How many Lower East Side-inhabiting, Grizzly Bear-collaborating, brilliant young composers can you name? After an introduction to Nico Muhly, the answer’s at least one. Considered the It boy of classical music for years — earning a New Yorker profile and high praise from his elders along the way — the soon-to-be 32-year-old is everywhere, even if you don’t know it. He’s composed works for the American Ballet Theatre, illustrator Maira Kalman, choreographer Benjamin Millepied, among dozens of others. Plus, he’s a master collaborator, with Jónsi of Sigur Rós, Glen Hansard, and even Usher floating in his orbit.
To understand Muhly’s motivation is to flash back to the summer of 1993, when the Vermont-born pianist visited the Tanglewood Music Festival and realized music “was an actual thing you could do with your life and not just as a hobby,” he says. Now a New Yorker in love with the city’s creative spaces — “You can play a piece at Le Poisson Rouge or Carnegie or like the Music Hall of Williamsburg or even the Armory, and it always changes how the piece sounds…in a good way!” — Muhly saw his opera Two Boys, about an online friendship gone horribly awry, takes to the Metropolitan Opera stage this fall (seven performances from October 21st through November 14th.) And he’s taking on another challenge this fall, scoring Millipied’s newest dance premiere for the New York City Ballet’s fashion gala. The erudite musician — he earned an English-lit degree from Columbia, where he worked with Philip Glass, and a master's in music from Juilliard — says he’s “nightmarishly hard” on himself, but that does explain his dazzling array of projects. “I really value doing a million different things at once,” he says. “It’s a kind of restless and manic curiosity that isn’t always a good thing.” Get inside Muhly’s ultra-inquisitive mind below.
“I started composing when I was like 10; I had been singing in a church choir in Providence, RI, and was taking piano lessons like all good little boys. I wasn’t particularly talented at either, but then suddenly one spring, everything sort of emulsified, and I was wildly in love with all the music I was playing and singing. This immediately turned into me writing things down, little improvisations that then started having shapes.”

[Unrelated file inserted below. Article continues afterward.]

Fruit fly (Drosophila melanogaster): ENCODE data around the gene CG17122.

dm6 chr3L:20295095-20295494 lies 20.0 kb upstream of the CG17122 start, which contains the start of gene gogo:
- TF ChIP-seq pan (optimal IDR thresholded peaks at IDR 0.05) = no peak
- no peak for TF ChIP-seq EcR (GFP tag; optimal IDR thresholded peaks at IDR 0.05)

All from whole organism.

“I’ve found that cooking is always good, because it imposes a ministructure on the day: Rotate the meat in its marinade, skim the stock, chill the prosecco. But less glamorously, cooking is a sort of [an] easily realizable goal inasmuch as the whole thing culminates in something that makes everybody really happy. Usually.”
“For me, collaborative situations are always a welcome change from the ‘blank slate’ kind of commissions, where people say, ‘Here’s a small pile of money, and give us 18 minutes of orchestra music.’ In general, making an arrangement for Grizzly Bear or Jónsi [from Sigur Rós] is like being asked to dress somebody: One doesn’t want to call attention to oneself but rather to the artist. So, it’s a sort of erasure of the composer/arranger. An opera is slightly different, because there are so many moving parts that there is a feeling of the sorcerer’s apprentice about it.”
“Make Yourself Useful”
“The thing that [Philip Glass] taught me is to surround yourself with a community of musicians and to make yourself useful. The composer is a part of — and responsible to — a community. That’s a radical change from the idea of the composer as romantic visionary taking ayahuasca in the woods and being an impossible genius.”
“For a year, I didn’t enter any competitions for new music, any weird grants, any awards. I worked for Philip, wrote sacred music, played piano for anybody who asked, wrote anything for anybody. It was terrifying, and I was kind of riding a wave of negativity after losing a million awards and grants the year before. Then to sort of take myself out of it was a huge risk. But it ended up being great, and I started making music that I knew I could get performed, because it was for friends and for people I knew.”
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